On an FHA Rate & Term refinance one can generally go up to the original 96.5% max. That can be based on the current value or, if you do a streamline refinance, it can be based on the original purchase price and the borrower saves on the cost of the appraisal. If it is a Cash-Out then the max LTV is limited to 95% LTV. Unless your loan amount is over $417,000. Then the Cash-out limit is 85%.

With a Conventional refinance then you can do a Rate & Term refi up to 95% on a single unit property that you occupy as a primary residence and 80% for a rental property. A Conventional Cash-Out would be limited to 80% LTV for a primary residence and 75% for a rental property.

Is that clear enough?

But wait, there’s more! There’s break points to consider, especially as it pertains to pricing out an interest rate for a given loan. As the LTV increases, the risk that the loan will default increases (this is borne out by statistics). A 90% LTV loan is more likely to go into foreclosure than a 70% LTV loan, all other variables being equal. So, with that in mind banks generally assign higher pricing to higher LTV loans. Here’s where break points come into play. The industry, by and large, puts things into buckets (and not just LTVs). LTVs tend to be seen in buckets that span a 5% range.  So LTVs between 90.01% and 95% all fall into the same 95% bucket. An 83% loan is priced the same as a 81% or 85% loan. That means for every 5% you put down you’ll likely get a pricing improvement. Exactly how much changes from day to day and situation to situation. This general rule holds until about 60%, everything lower tends to fall into the same, <60%, bucket.

This important for borrowers to know so that they can gauge the magnitude of the effect of additional down payment when buying a home or how much of their equity then can borrower against when refinance.

Confused? Have questions? Please post a comment or on my Facebook page (see right sidebar) and I will answer to the best of my ability.

 

 

Saturday Appointments, A.K.A. Russian Roulette

The word "SATURDAY" written in vintage wooden letterpress type.

So, I am available  by appointment on Saturdays. I realize that people’s weeks are busy and it is simply easier for some to meet on the weekend.

Every time I set one I cringe. Not because I am coming in on a Saturday. That isn’t a big deal. I cringe because I know that there is an even chance that I’ll be stood up. I’ve been burned in the past so I take steps to protect myself. I confirm the appointment the day before. I give them my cell number and ask that they please let me know if they can’t make it.

I’ll even call the morning of the appointment to confirm that they have the address/directions. I know that if they don’t answer or call back I’ll be sitting in the office waiting it out.

It boggles my mind.

The best times are when I have a 10am appointment and I hang around the office until about noon. I’ll get a call at 2pm because the client is outside my office wondering why the door is locked. When I tell them I waited two hours and they didn’t answer when I called; so I moved on with my day they get in a huff. It doesn’t matter because I don’t want to work with people like that but it still puzzles the heck out of me. What do they think I mean by “appointment only?” What happened to courtesy?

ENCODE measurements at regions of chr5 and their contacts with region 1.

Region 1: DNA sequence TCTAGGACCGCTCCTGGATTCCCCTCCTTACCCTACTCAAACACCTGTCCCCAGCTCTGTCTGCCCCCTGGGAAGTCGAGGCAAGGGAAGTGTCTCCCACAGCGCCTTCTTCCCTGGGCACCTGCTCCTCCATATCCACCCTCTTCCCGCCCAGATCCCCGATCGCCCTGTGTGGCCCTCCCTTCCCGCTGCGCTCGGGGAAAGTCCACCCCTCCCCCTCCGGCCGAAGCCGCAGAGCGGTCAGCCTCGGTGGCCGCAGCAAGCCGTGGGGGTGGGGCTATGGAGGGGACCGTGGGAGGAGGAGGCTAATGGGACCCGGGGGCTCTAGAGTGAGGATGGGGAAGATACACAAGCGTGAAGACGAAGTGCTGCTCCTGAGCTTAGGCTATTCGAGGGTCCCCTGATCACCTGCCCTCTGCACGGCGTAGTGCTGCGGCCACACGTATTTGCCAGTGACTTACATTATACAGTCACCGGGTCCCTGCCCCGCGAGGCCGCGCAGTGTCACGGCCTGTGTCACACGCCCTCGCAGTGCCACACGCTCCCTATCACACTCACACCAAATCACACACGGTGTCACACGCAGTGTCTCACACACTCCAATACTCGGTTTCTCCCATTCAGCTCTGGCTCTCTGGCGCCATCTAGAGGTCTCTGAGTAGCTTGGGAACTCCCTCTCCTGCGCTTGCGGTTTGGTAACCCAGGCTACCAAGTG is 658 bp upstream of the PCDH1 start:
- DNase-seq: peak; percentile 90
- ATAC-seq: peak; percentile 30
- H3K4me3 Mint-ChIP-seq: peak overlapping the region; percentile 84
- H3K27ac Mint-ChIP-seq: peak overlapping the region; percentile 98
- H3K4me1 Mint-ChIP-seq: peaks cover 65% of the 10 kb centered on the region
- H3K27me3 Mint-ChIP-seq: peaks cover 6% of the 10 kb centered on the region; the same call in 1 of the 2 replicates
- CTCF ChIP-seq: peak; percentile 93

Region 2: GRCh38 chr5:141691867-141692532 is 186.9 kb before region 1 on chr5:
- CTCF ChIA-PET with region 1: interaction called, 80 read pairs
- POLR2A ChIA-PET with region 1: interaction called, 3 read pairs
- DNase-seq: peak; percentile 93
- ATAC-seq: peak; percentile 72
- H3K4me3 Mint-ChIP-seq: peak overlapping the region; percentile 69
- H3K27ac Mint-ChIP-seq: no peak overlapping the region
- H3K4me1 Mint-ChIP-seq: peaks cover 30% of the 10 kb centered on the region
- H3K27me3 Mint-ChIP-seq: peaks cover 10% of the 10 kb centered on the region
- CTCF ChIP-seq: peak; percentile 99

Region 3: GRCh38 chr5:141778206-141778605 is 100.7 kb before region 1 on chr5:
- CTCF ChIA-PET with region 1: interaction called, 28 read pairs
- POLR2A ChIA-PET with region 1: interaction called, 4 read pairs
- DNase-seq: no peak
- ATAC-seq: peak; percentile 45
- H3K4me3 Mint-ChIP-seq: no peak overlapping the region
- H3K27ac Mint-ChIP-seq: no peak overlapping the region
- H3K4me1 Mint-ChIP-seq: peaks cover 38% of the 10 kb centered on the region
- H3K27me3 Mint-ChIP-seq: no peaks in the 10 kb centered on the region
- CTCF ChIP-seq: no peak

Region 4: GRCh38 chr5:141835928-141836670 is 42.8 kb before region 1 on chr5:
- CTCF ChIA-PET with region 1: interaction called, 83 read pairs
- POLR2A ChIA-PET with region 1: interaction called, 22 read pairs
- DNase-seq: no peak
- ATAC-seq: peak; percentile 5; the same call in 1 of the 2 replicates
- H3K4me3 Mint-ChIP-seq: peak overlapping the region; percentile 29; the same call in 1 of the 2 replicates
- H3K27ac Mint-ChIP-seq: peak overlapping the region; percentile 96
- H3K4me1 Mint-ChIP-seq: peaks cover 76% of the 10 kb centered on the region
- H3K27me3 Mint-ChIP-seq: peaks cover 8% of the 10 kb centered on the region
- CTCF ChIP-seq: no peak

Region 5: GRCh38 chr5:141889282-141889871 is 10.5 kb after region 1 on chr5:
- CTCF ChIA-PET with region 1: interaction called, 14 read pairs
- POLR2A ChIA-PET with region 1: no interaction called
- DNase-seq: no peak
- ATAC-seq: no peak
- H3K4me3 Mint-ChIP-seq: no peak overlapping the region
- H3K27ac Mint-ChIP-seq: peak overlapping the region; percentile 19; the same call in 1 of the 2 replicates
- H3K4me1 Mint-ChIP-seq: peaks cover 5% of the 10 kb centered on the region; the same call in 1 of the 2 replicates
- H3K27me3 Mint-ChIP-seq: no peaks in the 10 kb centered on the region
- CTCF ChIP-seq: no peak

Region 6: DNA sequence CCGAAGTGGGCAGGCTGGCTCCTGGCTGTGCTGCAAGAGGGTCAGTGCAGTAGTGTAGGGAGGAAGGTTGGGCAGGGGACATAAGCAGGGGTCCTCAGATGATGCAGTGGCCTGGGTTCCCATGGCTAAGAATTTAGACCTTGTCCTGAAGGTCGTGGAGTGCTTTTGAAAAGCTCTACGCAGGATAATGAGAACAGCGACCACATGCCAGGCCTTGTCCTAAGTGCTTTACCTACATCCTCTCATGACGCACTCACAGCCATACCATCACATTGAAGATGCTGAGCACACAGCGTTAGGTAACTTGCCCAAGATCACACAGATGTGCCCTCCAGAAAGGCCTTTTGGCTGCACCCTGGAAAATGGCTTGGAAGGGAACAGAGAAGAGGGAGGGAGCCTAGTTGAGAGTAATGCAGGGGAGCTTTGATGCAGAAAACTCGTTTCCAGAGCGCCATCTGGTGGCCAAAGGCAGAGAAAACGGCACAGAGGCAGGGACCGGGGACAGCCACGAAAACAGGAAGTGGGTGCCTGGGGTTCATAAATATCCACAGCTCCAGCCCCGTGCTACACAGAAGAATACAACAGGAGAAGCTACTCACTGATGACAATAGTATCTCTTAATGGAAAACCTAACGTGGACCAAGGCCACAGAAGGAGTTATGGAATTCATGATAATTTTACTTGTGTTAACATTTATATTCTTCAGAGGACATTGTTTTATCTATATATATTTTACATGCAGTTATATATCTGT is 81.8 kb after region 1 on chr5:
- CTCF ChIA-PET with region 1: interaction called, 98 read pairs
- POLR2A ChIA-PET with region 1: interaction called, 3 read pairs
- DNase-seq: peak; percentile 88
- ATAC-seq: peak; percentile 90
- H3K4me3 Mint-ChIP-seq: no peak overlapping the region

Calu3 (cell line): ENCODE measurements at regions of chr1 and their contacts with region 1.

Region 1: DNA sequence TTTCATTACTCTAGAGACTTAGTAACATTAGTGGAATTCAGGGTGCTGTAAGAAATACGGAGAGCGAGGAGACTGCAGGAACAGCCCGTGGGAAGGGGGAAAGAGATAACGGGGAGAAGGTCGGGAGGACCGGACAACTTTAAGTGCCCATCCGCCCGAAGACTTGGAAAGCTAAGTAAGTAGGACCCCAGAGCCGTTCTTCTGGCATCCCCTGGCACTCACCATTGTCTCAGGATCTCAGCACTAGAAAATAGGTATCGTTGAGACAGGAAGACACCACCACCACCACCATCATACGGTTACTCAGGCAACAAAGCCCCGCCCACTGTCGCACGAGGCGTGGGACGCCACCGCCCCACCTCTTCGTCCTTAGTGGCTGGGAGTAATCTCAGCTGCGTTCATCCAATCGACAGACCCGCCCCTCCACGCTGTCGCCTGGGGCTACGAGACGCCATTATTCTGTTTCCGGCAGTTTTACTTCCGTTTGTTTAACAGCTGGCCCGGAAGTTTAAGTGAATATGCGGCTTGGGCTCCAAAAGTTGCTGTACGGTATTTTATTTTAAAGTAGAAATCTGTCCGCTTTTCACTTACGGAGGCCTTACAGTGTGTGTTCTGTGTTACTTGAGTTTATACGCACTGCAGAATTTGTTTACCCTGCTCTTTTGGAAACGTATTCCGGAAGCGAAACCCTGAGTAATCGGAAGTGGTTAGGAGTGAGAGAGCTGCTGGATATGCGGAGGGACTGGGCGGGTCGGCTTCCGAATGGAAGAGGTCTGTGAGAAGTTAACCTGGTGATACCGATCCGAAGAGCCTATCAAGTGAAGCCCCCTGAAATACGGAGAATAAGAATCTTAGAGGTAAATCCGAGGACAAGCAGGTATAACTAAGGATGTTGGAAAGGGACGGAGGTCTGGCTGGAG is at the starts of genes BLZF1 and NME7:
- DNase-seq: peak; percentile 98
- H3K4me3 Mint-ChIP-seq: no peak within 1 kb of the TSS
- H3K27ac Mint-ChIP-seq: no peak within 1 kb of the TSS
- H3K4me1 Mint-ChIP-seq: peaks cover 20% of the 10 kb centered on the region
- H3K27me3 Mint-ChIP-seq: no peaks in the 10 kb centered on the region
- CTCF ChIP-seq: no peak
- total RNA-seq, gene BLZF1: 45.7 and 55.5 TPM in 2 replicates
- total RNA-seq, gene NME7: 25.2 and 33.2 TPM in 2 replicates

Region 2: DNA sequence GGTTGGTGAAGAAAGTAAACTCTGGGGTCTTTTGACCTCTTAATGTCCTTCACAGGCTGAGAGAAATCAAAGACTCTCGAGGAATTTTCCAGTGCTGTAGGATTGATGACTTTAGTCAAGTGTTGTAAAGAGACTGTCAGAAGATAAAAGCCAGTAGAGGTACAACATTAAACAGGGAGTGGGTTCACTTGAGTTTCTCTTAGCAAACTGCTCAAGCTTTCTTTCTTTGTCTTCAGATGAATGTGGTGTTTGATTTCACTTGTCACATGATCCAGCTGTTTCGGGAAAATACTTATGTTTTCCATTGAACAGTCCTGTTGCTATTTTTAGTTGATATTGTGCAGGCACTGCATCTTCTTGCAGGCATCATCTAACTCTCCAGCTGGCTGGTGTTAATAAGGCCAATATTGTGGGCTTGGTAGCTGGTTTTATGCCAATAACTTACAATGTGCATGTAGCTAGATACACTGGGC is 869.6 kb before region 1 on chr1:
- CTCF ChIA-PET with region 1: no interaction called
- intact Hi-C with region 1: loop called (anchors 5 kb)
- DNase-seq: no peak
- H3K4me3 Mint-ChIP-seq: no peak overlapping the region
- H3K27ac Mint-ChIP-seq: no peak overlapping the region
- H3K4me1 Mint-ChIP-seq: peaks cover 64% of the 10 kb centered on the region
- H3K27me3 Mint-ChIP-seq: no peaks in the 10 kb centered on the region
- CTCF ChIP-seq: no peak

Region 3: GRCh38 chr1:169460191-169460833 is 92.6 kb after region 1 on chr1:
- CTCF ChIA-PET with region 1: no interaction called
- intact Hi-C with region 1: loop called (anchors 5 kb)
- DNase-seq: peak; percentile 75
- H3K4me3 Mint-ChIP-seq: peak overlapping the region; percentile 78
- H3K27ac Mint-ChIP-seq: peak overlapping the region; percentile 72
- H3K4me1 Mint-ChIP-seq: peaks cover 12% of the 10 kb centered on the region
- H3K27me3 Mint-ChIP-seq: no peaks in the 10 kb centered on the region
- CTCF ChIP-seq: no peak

Well, let’s see what’s in the chamber today…

Loan Mods and other things that sound too good to be true…

Loan Modification.

Two words that have haunted my career since 2008.

When they first arrived on the scene they were flashy, like Pink in her Mercedes Benz. Everyone was abuzz and aflutter about getting to lower their payments without refinancing and despite being upside down on their mortgages. It seemed like a great way to help clients. The office I was in at the time signed up with a modification firm that allowed us to get a small fee for referring loan mod clients. The company was started and promoted by a very prominent name in the industry. A top salesperson who did training seminars and hosted weekly training calls. I’d been to this guy’s house for an industry mixer. He was smart, sharp and successful.

I did one. A cousin of one of my best clients (RIP, Charles) paid her fee to the company and I was happy to see the look of hope enter her eyes.

A month later, she was being ignored and she wasn’t getting help. I tried calling the company myself and no one would answer. I emailed the industry guy directly, he promised me he’d look into it. I didn’t hear back. I never got paid. I’d field calls from the client a few times a week that went from sad to hostile. When the hostility started they involved threats of level action at first and then it escalated to her “friends from the ‘hood” coming by my office. She didn’t believe I was never paid and that the company was ignoring my calls.